- any other changes in your general health
Q: Does Dr. Barnes take X-rays?
A: X-rays help us see problems in the early stages of development; this helps us treat problems long before they become serious. If we catch a cavity early, we may be able to treat it without even having to fill or restore the tooth. If decay is not detected soon enough, you may not know you have a problem until it is causing you some pain or discomfort. Major tooth restoration may be needed to repair a tooth if the decay has advanced enough. X-rays reveal:
- cavities between teeth, under the gums and around old fillings
- bone loss due to periodontal disease
- problems below the gums, such as long or crooked tooth roots
Q: Are X-rays safe?
A: You are already exposed to low levels of radiation from the environment on a daily basis. This is caused by natural sources of radioactive substances in the earth, the sun and from naturally occurring radiation in our bodies. This is commonly referred to as background radiation. The amount of radiation you receive during a single x-ray is equivalent to a few days of background radiation. In addition to the low levels of radiation used, we target the x-ray machine only at those areas we need to review in order to ensure that you have healthy teeth. We also cover the remainder of your body with a lead apron providing you with additional protection.
Q: How common is gum disease?
A: It is the most common dental problem, and it can progress quite painlessly until you have a serious problem. The end result is bone loss and the loss of teeth. Even though you may brush and floss regularly, regular visits to the dentist will help detect gum disease in the early stages.
Q: What if I am already in the early stages of gum disease?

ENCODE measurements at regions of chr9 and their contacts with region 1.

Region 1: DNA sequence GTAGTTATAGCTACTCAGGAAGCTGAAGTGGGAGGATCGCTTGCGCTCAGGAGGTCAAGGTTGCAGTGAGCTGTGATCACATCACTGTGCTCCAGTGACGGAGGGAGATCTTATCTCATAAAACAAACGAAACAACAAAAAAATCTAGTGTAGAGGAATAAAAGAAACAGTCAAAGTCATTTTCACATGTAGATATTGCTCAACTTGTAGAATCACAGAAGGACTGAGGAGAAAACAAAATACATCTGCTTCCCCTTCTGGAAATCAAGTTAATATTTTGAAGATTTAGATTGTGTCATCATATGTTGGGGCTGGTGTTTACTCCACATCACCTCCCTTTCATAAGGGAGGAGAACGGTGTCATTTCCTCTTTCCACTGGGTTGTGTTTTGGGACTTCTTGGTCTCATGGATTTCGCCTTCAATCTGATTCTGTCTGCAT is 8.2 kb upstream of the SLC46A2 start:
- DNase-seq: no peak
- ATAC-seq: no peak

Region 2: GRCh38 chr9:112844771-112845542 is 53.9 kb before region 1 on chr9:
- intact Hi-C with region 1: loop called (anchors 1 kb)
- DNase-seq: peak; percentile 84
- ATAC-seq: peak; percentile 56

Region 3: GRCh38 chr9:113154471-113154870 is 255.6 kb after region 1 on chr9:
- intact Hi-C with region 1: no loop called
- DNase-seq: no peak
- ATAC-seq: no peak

A: If you already have gum disease, getting rid of plaque and tartar gives your gums a chance to get better. That’s why in the early stages of gum disease, the best treatment is:
- regular cleanings in our practice
- brushing twice a day
- flossing once a day
Q: Why do I have bad breath?
A: Many people suffer from bad breath; in fact, 40% of the population has problems with bad breath at some time in their lives. Some reasons for bad breath may be:
- poor dental hygiene
- eating certain foods, such as garlic or onions
- chewing tobacco
- diseases, such as cancer or diabetes
- dry mouth (often called morning breath)
You can help reduce the incidence of bad breath by brushing and flossing each day to remove plaque. By avoiding certain foods you can also eliminate a lot of bad breath problems. If you wear a denture or removable partial denture, it is important to clean it thoroughly everyday and remove it at night so your mouth tissues can restore themselves daily. If a bad breath problem persists then let us know and we will try to discover what the problem is and recommend a treatment.
Q: What is the difference between silver fillings and tooth-colored fillings?
They are made of different materials. Tooth-colored fillings are mercury-free. Tooth-colored white fillings bond to your teeth and typically require less tooth structure removal. Tooth-colored fillings blend in with the color of your natural teeth.